Growth:

The first three quarters of the financial year (FY) 2015-16 have shown robust growth both in terms of GVA (Gross Value Addition) and GDP, which at constant market prices has improved. Economic growth, prima facie, too is showing signs of steady recovery. The latest GDP estimates suggest in the first half of 2015-16 it grew at 7.2 percent as compared to 7.5 percent in the first half of FY2015. In contrast, nominal GDP growth declined substantially from 13.5 percent in first quarter of FY2015 to just 7.4 percent in the first quarter of FY2016.





As discussed earlier, private investment and exports are being a drag on the demand of growth. The Mid-Year Economic Review has lowered the growth projections to 7-7.5% in this financial year from 8.1-8.5% projected at the start of the year. Even more importantly, the review’s recommendations on action implicitly suggest that growth next year could further slow down.

The Reserve Bank in its annual financial stability report (FSR), flags “risks arising from erratic climatic conditions, limited policy space, corporate performance…and low investment growth…could pose challenges”

The remarkable thing about 2015-16 growth performance is that it continues to be as strong as it is given the weakness of exports (because of declining world markets) and private investment. In the boom years, exports were adding 1.9 percentage points to demand whereas in 2015-16, export demand has been negative (-1.1 percentage points).

The difference with the boom years, on account of exports is thus 3 percentage points. Similarly, private investment contributed 3.2 percentage points and only 1 percentage point in the current year. These two components of demand should have reduced growth by 5.3 percentage points. And yet, actual growth is only 2-2.5 percentage points less.

Reforms initiatives could provide the stimulus for fresh investment, which should translate into greater private investment.

Inflation:

Inflation has continued to moderate steadily. Consumer price inflation has declined from 5.4 percent in February 2015 to 5 percent in October 2015. The WPI has been in negative territory for 12 months since November 2014 and is in negative at (-) 3.8 percent in October 2015. In an irony of sorts, the Government perhaps takes pride that Rural wage growth and minimum support price increases—important determinants of inflation—have remained muted.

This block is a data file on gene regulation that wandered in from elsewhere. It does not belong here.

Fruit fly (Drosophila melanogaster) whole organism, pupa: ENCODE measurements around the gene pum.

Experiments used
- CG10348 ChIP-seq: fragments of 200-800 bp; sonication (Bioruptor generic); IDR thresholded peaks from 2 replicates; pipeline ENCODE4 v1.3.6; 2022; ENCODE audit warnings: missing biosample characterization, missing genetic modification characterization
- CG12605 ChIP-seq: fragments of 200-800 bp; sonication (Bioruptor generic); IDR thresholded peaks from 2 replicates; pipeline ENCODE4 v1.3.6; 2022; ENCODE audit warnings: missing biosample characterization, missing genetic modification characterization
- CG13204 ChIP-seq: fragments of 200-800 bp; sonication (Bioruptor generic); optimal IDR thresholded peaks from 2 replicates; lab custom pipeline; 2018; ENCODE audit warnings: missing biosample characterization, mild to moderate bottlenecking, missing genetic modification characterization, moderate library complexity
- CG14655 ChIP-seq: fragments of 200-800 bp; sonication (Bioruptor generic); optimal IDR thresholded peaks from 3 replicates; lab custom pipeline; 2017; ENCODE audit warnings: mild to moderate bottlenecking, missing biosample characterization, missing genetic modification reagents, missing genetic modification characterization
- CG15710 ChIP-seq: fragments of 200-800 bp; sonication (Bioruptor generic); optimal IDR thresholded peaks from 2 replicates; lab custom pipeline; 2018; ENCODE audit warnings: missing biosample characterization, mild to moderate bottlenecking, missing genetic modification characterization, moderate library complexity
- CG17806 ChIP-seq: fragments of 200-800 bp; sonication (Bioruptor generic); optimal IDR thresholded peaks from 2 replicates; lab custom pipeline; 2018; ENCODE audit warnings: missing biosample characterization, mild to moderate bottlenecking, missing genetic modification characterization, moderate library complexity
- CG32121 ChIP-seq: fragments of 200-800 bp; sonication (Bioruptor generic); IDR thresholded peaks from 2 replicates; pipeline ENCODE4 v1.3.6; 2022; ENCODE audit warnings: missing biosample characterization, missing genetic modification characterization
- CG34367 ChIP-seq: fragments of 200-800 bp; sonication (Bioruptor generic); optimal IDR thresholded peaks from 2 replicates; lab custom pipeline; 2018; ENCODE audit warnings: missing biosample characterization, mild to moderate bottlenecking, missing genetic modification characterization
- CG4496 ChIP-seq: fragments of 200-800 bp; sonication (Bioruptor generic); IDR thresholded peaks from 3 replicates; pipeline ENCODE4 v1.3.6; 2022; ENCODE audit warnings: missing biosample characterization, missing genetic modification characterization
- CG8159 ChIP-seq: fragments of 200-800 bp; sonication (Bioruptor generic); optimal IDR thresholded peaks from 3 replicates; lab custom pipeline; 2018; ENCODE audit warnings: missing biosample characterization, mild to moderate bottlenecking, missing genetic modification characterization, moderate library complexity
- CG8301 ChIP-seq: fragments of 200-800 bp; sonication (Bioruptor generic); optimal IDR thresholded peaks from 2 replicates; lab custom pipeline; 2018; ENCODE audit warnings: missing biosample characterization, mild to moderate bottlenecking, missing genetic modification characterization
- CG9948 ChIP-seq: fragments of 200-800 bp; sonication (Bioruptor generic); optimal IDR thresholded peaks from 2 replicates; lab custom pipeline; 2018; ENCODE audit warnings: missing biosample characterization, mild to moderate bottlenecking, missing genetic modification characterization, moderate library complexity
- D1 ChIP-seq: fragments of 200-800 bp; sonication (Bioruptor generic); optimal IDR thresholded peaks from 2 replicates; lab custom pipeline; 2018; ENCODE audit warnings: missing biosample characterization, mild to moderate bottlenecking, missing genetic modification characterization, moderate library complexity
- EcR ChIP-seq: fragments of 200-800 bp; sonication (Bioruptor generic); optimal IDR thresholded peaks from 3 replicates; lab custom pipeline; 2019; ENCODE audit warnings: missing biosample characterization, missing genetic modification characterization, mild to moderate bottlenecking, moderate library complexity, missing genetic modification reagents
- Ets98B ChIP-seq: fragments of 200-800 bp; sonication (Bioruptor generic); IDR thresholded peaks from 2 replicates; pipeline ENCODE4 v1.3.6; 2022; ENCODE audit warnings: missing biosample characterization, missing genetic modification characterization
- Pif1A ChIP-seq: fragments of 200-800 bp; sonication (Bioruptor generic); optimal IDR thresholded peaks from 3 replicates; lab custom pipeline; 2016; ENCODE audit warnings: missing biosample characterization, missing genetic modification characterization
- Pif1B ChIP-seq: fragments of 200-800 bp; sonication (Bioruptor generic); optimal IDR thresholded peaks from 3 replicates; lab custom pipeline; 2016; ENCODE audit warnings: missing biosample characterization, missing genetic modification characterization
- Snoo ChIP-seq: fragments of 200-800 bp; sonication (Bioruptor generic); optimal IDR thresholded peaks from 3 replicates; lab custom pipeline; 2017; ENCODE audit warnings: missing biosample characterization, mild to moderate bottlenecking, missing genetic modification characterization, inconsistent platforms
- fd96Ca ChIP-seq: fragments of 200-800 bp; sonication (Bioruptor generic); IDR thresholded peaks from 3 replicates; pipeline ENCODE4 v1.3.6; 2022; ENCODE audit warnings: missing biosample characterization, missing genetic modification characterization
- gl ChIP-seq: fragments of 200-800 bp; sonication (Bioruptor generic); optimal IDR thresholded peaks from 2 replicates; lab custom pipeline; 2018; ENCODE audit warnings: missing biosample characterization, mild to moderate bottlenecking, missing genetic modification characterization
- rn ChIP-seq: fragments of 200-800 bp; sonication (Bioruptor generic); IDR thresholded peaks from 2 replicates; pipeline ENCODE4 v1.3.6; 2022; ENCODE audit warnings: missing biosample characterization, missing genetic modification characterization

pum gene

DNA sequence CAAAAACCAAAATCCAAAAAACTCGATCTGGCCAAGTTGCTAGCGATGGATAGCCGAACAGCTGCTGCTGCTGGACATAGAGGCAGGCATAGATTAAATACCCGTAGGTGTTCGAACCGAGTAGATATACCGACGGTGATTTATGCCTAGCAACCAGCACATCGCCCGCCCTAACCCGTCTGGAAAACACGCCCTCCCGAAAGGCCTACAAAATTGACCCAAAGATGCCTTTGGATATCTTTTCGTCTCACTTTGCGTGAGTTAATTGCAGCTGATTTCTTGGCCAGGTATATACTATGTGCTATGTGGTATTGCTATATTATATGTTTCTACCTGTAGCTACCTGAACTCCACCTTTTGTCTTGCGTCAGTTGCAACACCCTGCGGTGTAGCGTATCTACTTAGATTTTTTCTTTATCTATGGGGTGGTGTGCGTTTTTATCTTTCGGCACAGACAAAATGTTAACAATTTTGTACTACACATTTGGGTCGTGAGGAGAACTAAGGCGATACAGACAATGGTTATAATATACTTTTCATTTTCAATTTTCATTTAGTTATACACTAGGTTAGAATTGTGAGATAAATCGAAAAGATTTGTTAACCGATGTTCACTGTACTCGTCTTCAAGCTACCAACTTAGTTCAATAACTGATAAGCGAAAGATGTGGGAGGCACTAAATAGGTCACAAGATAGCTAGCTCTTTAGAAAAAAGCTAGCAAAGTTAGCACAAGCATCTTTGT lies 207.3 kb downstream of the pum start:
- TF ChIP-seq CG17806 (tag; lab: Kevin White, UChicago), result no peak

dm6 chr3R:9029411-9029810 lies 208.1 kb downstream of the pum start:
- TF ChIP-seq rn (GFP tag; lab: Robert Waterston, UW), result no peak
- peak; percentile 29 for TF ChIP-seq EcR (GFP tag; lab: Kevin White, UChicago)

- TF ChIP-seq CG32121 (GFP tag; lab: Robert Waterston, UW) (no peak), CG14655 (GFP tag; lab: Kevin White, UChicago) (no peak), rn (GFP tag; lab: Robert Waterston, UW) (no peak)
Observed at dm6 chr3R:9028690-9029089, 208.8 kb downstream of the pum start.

The recent decline in WPI inflation was broad-based and mainly due to falling fuel prices. As fuel has proportionately larger weightage in WPI, the decline in fuel prices led to a sharper fall in WPI as compared to CPI. Fuel and manufactured products account for the bulk of decline in WPI. Inflation based on Consumer Price Index which remained sticky around 9-10 per cent during 2012-14 moderated to 5.9 percent in 2014-15 and further to 4.6 percent in 2015-16 (April-October)

This striking wedge between the two has been rising steadily and reached unprecedented high of 8.5percentage points in the second quarter of FY2016. 




Price Rise in Pulses

Inflation in pulses has seen a phenomenal rising trend in the current year although general inflation has declined. WPI and CPI inflation in pulses which was low at -10.7 and 0.6 per cent respectively in October 2013 increased to 53 per cent and 42.2 per cent respectively in October 2015. The contribution of pulses to CPI inflation also increased to 19.4 per cent in October 2015 from a low of 0.1 per cent in October 2013.

While overall sowing of pulses is more than last year, that’s not the case for crucial crops such as Tur (Arhar) because of dry spells in Maharashtra, Uttar Pradesh and Karnataka, which are the key growing areas. The most affected crops are Tur (Arhar), Jowar and Soybean.

Pulses, production has suffered due to lower output in 2014, damages due to unseasonal rains and hail storms in March 2015 and shortfall in sowing (especially Tur) this year. As a result, inflation in pulses stands at an average 20% this year so far, with August inflation crossing 25%and surging to 42% for Tur. It surged to 160% in September and 201% in first week of October.


Fiscal Deficit:

The country has witnessed robust growth, low inflation, manageable current account deficit and prudent fiscal management in the first half of the current year. However, low inflation has also meant that the GDP growth in nominal terms is lower than what was projected at the time of  preparing the Budget. This, along with lower than expected receipts from disinvestment proceeds, could make the achievement of fiscal targets challenging.